Tags: swiss | francs | currency | greece

Swiss Sell Francs to Stabilize Currency After Greek Flare-Up

Monday, 29 Jun 2015 01:07 PM

Swiss National Bank President Thomas Jordan said the central bank intervened to stabilize the franc, which surged after Greek Prime Minister Alexis Tsipras called a referendum on bailout terms.

“Yesterday and overnight there was an increased demand for francs,” Jordan told a conference of Swiss executives in Bern on Monday. “The euro was under selling pressure and the SNB intervened in the market.”

Tsipras’s decision to call what is effectively a public vote on Greece’s euro-area membership is also a blow for Switzerland, where the currency’s appreciation is pushing the economy toward a recession. The franc jumped to its highest level in almost four weeks against the euro on Monday after talks on a new Greek bailout collapsed, tipping the country ever closer to financial collapse.

The franc is the best-performing major currency this year, with its appeal as a haven overriding the negative interest rates introduced by the SNB and the possibility of more intervention.

It appreciated 0.4 percent to 1.0386 per euro as of 9:02 a.m. London after earlier jumping 1.1 percent to 1.0315, the strongest level since June 2. It has surged 16 percent against the euro since Dec. 31. Gains accelerated after the SNB abandoned its exchange-rate cap of 1.20 in January.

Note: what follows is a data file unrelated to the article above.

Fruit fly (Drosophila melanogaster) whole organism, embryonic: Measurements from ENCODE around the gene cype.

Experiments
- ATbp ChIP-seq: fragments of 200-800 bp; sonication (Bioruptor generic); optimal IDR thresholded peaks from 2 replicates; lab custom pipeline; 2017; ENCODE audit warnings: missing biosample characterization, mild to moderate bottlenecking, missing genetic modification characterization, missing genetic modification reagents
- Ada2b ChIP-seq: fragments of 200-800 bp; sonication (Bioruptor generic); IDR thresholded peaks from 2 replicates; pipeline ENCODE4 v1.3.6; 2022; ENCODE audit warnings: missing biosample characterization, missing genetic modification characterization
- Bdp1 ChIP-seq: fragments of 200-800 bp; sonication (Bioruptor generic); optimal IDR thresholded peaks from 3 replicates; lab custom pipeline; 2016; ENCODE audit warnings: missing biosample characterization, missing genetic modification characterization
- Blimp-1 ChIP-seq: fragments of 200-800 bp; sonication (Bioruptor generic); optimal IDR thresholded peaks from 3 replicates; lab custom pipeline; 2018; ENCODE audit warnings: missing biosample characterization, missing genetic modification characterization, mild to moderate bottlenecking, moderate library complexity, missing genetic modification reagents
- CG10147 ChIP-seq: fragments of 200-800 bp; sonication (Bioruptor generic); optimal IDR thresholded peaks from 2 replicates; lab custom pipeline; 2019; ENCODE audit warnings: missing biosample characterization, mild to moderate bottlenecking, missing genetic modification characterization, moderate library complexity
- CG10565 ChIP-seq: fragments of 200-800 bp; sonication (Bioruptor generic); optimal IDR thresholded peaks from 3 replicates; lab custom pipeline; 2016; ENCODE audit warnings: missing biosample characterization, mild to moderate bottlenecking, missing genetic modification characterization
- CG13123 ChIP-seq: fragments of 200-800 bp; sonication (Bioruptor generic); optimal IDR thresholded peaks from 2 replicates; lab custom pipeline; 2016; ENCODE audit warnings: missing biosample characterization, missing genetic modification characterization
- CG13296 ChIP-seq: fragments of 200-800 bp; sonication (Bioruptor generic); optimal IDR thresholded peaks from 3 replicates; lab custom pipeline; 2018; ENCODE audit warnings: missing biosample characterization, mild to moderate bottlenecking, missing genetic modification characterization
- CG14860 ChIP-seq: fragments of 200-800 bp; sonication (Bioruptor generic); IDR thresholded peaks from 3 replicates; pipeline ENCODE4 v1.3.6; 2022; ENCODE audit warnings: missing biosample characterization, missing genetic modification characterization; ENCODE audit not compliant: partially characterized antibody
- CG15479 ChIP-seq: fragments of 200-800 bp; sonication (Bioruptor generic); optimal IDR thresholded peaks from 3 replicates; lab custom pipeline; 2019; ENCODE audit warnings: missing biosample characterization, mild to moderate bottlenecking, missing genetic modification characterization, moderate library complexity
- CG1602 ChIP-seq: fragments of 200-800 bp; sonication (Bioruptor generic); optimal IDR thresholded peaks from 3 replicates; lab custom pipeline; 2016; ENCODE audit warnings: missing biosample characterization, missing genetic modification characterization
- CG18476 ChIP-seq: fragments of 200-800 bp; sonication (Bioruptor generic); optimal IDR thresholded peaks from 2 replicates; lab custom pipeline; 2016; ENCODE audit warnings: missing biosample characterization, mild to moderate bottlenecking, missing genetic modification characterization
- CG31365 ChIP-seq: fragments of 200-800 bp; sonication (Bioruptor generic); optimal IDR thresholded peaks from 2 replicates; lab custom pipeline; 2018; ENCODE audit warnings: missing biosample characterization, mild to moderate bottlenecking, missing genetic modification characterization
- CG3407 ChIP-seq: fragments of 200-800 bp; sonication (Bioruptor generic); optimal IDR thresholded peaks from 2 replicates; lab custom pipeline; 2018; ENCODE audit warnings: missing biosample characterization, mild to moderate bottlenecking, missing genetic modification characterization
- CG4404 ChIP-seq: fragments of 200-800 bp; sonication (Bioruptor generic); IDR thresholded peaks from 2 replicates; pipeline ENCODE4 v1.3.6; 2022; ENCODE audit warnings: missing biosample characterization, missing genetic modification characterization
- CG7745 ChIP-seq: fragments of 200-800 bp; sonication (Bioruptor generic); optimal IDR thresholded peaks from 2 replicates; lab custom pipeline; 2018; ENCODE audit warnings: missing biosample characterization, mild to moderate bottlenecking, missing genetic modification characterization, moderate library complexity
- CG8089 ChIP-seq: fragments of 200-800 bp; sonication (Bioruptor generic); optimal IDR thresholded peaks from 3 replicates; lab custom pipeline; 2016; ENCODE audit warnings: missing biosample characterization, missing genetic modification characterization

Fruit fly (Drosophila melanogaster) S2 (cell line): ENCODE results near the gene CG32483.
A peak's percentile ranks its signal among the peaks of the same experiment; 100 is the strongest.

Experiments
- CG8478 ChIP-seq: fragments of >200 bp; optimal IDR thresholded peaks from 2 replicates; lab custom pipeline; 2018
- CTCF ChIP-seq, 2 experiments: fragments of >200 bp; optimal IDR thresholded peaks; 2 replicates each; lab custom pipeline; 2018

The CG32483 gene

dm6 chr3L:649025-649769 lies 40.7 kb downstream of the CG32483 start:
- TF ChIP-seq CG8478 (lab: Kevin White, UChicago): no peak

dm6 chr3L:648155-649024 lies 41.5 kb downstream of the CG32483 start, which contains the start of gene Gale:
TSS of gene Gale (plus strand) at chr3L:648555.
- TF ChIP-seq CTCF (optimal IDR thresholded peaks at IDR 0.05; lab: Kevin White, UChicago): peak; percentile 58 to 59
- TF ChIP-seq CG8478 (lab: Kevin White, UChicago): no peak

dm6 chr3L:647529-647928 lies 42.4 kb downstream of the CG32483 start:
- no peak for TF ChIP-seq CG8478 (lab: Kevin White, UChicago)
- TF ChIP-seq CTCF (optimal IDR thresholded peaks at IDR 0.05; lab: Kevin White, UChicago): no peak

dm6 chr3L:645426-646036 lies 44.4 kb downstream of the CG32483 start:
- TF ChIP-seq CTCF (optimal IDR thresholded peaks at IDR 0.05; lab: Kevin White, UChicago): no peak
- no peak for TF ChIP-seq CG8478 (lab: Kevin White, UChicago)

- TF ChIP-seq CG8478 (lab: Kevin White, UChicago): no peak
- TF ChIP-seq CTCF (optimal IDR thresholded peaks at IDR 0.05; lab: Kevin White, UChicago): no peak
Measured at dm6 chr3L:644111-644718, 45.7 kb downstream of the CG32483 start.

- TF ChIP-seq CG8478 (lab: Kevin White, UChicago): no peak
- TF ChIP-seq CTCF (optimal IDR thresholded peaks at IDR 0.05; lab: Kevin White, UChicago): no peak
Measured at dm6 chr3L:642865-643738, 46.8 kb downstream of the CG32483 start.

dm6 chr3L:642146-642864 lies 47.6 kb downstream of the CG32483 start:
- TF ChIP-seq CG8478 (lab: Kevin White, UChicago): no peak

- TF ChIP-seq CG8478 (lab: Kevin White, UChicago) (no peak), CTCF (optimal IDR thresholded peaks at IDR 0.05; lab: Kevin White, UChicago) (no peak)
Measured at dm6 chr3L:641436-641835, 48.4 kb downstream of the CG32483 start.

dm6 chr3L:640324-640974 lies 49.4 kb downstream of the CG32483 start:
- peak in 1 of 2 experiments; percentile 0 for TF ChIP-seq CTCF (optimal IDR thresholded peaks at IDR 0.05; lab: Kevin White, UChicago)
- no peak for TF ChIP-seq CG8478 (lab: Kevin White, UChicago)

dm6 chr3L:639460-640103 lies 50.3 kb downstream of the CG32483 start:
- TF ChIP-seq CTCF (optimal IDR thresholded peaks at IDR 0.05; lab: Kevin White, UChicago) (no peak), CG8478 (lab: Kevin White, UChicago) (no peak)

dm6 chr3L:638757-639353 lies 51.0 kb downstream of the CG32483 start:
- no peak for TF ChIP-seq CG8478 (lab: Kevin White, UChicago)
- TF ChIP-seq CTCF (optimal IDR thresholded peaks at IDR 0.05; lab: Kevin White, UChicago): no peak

‘No Predictions’

While the SNB has repeatedly said that it would intervene in the market if necessary, Monday’s comments are the first time since January that a Swiss policy maker has admitted to action. Jordan declined to say whether more interventions would be necessary.

“I make no predictions here,” he said. “We’re following the situation. It’s quite possible that things calm down after this development and I think the markets will now watch exactly what’s happening in Greece, what’s happening with this referendum, what are the options for new negotiations.”

Switzerland is a popular destination for investors in times of market stress. With the Greek tensions persisting, the currency has risen to levels that Jordan described this month as “markedly” overvalued. That strength has put the country on the brink of its first recession in six years, while consumer prices have dropped on an annual basis for the past seven months.

“Even without Greece, there should be pressure on euro- Swiss to the downside and this is just an additional burden,” said Thu Lan Nguyen, a currency strategist at Commerzbank AG in Frankfurt. “We are back to square one.”

While Swiss Finance Minister Eveline Widmer-Schlumpf told the same conference in Bern that the situation is manageable for the SNB, options trading signals more strength is possible. The premium on six-month options to buy the franc versus the euro over those that give the right to sell at more than three percentage points at the end of last week, the most among 25 peers.


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Swiss National Bank President Thomas Jordan said the central bank intervened to stabilize the franc, which surged after Greek Prime Minister Alexis Tsipras called a referendum on bailout terms.
swiss, francs, currency, greece
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2015-07-29
Monday, 29 Jun 2015 01:07 PM
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